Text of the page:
Rome's archdiocese made it official Monday, saying it had told Giachini to have the funeral at home "in strict privacy" and that Pope Francis' vicar for Rome, Cardinal Agostino Vallini, had prohibited any Rome church from celebrating it.
But Giachini refused, pressing instead for a private church Mass. The archdiocese responded by reminding all Roman priests that they must abide by Vallini's decision.
Separately, Rome's police chief and the government prefect for the capital announced they would prohibit "any form of solemn or public celebration" for Priebke because of public security concerns. Rome Mayor Ignazio Marino said the city would accept neither a church funeral nor a burial for him.
It was a rebuke by both church and state that was greatly appreciated by Rome's Jewish community, which has long resented having Priebke living in its midst, particularly after he was granted small freedoms from his house arrest like going to church.
"Any demonstration of honor — civil or religious — would be an intolerable affront to the memory of those who fell in the fight for freedom of Nazism and fascism," said the head of Italy's Jewish communities, Renzo Gattegna.
The Simon Wiesenthal Center also hailed the solidarity shown by both civil and religious leaders to deny Priebke a funeral.
During his trial, Priebke admitted shooting two people at the Ardeatine Caves massacre and to rounding up victims in retaliation for an attack by resistance fighters that killed 33 members of a Nazi military police unit. He insisted he was only following orders.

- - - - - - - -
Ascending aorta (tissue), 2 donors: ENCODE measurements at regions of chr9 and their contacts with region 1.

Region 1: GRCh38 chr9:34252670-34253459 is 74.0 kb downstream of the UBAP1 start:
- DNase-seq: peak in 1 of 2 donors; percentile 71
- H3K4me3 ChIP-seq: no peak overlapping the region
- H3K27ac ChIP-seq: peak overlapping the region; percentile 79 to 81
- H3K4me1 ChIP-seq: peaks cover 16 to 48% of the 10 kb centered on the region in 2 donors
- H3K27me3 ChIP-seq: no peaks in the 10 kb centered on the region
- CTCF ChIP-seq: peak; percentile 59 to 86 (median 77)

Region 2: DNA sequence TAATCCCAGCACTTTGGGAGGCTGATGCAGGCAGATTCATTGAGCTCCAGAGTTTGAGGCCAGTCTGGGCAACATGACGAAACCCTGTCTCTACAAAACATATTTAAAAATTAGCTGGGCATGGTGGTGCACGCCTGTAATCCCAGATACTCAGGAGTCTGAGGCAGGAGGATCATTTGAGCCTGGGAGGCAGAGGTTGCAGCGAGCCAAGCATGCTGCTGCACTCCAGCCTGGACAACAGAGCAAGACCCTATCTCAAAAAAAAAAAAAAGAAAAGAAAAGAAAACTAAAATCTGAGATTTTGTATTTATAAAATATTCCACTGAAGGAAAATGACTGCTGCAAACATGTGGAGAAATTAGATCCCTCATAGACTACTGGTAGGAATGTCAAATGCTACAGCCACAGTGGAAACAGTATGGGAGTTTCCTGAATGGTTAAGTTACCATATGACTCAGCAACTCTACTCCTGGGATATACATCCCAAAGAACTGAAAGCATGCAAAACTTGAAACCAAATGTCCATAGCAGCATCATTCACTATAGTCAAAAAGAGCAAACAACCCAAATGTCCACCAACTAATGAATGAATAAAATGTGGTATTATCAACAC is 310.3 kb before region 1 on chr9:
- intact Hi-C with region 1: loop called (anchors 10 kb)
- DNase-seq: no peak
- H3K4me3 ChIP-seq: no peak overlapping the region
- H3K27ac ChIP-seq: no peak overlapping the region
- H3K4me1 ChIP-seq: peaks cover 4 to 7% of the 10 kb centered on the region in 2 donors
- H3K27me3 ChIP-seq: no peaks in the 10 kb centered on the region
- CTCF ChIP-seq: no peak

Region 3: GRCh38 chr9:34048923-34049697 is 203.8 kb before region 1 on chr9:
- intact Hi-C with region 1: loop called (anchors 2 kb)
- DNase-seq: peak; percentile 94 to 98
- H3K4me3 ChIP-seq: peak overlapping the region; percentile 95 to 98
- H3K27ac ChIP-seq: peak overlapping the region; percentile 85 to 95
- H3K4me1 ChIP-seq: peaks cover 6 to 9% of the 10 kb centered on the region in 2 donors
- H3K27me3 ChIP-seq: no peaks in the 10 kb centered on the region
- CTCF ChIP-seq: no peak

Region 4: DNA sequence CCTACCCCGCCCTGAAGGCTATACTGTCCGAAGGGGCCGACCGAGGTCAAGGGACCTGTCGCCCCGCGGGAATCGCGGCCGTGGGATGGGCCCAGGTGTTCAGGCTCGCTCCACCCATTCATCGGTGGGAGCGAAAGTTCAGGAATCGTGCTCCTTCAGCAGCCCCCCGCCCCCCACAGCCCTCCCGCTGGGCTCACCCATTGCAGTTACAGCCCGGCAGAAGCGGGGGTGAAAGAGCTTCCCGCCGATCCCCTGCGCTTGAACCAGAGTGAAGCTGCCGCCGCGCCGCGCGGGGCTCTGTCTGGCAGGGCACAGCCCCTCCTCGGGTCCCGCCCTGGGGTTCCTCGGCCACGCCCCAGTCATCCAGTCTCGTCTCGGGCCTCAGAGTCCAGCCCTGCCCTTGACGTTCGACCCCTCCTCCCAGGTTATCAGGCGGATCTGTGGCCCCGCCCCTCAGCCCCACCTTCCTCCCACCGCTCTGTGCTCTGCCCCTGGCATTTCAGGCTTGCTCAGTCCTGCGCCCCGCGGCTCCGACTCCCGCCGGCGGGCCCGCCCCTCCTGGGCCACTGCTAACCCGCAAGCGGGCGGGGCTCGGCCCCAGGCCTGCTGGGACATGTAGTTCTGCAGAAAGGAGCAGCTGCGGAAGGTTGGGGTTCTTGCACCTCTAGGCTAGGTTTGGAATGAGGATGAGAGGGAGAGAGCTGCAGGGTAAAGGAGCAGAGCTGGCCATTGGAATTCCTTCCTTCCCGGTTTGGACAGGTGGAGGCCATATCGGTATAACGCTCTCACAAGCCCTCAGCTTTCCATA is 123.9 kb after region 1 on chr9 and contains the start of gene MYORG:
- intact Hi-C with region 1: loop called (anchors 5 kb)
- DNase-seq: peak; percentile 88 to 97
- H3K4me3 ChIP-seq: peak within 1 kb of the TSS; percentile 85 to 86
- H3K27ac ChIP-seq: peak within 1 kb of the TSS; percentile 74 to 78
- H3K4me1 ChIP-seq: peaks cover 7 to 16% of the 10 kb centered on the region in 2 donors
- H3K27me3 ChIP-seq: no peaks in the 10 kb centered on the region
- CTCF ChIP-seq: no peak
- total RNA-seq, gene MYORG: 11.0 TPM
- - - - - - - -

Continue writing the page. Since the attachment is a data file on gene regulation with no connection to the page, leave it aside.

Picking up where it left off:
In his final interview released upon his death, he denied the Nazis gassed Jews during the Holocaust and accused the West of inventing such crimes to cover up atrocities committed by the Allies during World War II.
Rabbi Riccardo Pacifici, chief rabbi of Rome's Jewish community, suggested Priebke be cremated and his ashes dispersed in the air "like those of our grandparents," the ANSA news agency reported. "He would be cremated while dead, unlike the millions of children who went into the ovens and for whom Priebke never had pity."
In a telephone interview, the lawyer Giachini said he never intended to make a political or public event out of the funeral, but said that as a practicing Catholic, Priebke deserved a Catholic funeral and burial.
"It's a question of a right to religious liberty," he said.
But not even Priebke's adopted homeland of Argentina, where he lived in the mountain resort of Bariloche, would take him: Foreign Minister Hector Timerman said his remains wouldn't be allowed in Argentine territory.
Giachini suggested Priebke might be buried in his native land, noting that he "really loved Germany."
In Berlin, Foreign Ministry spokesman Martin Schaefer said a German citizen could be buried in Germany but that no request had been made by any family members about Priebke.
Priebke was born in Hennigsdorf, a small town north of Berlin. The town administration pointed Monday to local rules that give only residents a right to burial in its cemetery, German news agency dpa reported. Exceptions are possible in cases where people have family graves there, but the Priebke family doesn't have any.
Geir Moulson contributed from Berlin and Mike Warren from Buenos Aires.